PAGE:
A man sits on a bench in front of a projected video featuring a person sitting on a rock while wearing camouflage and with an American flag wrapped around their head titled, When the Hunted Becomes the Hunters, by Stephanie J. Woods

Installation view of Stephanie J. Woods, When the Hunted Become the Hunters, 2020, moving audio photograph, seven minutes, thirty-nine seconds, Smack Mellon, Brooklyn, NY. Photo by Etienne Frossard.

HM This makes me think of Frederick Douglass’s Fourth of July speech, “What to the Slave Is the Fourth of July?” given nearly two hundred years ago, yet still so powerfully relevant. Would you explain the performance a little more? Is there a relationship between the idea of a defensive performance and the concept you mentioned earlier, “Protection Politics”? 

SJW Yes, it is related. The phrase “Protection Politics” is about self-preservation and self-governing. What are the ways that we maintain our dignity when faced with tribulations? Is it through affirmations and perseverance, as I saw in the responses from RRR? And are these coping devices a form of defense developed for our survival? For example, code-switching and the idea of double consciousness. For me, triple consciousness: not only am I black, but I am also a woman from the american south. Over the years I’ve traveled to many places, and it never fails that when I say I am from North Carolina, people immediately cringe. 

But the issues do not lie just in the south. The performance takes place in Massachusetts, the state where the first publicly funded, organized police force was created. I was essentially taking the south up north through southern tropes like hunting clothes—where I am from hunting clothes are everyday attire even when you are not hunting! My performance is saying enough is enough and that this antiquated need for passivity is coming to an end. Personally, I’m fed up. A lot of us are.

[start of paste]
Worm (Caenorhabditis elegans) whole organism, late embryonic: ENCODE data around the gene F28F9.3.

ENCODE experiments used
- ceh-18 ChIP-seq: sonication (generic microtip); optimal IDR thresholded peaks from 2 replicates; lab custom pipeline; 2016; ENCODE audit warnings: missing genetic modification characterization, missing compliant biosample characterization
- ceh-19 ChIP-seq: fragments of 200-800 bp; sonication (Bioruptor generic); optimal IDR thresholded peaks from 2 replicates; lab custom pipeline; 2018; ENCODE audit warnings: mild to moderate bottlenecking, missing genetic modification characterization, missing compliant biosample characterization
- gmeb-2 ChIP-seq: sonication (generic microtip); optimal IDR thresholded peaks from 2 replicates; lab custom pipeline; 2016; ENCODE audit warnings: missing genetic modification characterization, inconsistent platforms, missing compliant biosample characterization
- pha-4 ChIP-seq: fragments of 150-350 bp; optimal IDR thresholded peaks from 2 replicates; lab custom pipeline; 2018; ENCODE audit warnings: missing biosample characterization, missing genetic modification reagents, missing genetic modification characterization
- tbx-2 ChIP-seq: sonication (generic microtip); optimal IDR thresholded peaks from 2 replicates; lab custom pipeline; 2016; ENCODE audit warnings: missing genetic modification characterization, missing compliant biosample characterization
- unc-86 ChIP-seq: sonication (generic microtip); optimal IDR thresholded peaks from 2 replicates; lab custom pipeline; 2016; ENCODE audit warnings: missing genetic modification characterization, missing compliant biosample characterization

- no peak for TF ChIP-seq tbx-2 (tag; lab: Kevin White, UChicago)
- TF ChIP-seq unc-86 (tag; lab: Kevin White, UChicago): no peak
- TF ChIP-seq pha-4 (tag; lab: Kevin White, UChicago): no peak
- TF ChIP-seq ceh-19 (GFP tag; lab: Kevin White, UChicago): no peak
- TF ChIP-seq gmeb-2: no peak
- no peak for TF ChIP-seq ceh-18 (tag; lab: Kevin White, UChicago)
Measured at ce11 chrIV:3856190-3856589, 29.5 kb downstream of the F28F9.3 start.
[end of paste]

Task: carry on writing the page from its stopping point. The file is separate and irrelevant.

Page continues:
I captured this performance at the beginning of 2020, yet with the recent BLM protests and the topic of defunding the police, I feel like the piece is coming to life. Especially with the sound of fireworks that accompanies the performance, but even more so conceptually the idea of being fed up and no longer allowing ourselves to be preyed on. 

The performance also addresses the hypervisibility, dehumanization, and inevitable erasure of black women. Of course, “The Right to Life” is the belief that a person and or living creature has the right to live and should not be killed by any person, but it’s also used in debates by those who wish to end the practice of abortion. This brings up questions of ownership, objecthood, and commodification of the body. As a black woman I am four times more likely to die during pregnancy and/or childbirth than a white woman. And not only are we fighting for our lives in hospitals where adequate health care is a right, we are also fighting for our lives every day, as we have to deal with police brutality, over-sexualization, adultification, redlining, voter suppression, economic inequality, institutionalized oppression, and “micro” aggressions on a daily basis. We have to ask ourselves who are the ones in this country who are living, and who are simply breathing for air? 

Stephanie J. Woods: FALSE ILLUSION is on view at Tiger Strikes Asteroid in New York City until December 13; When the Hunted Become the Hunters is on view at Bound up Together: On the 100th Anniversary of the 19th Amendment at Smack Mellon in New York City until December 13. 

Hallie McNeill is an artist and writer. She teaches at Pratt Institute in Brooklyn.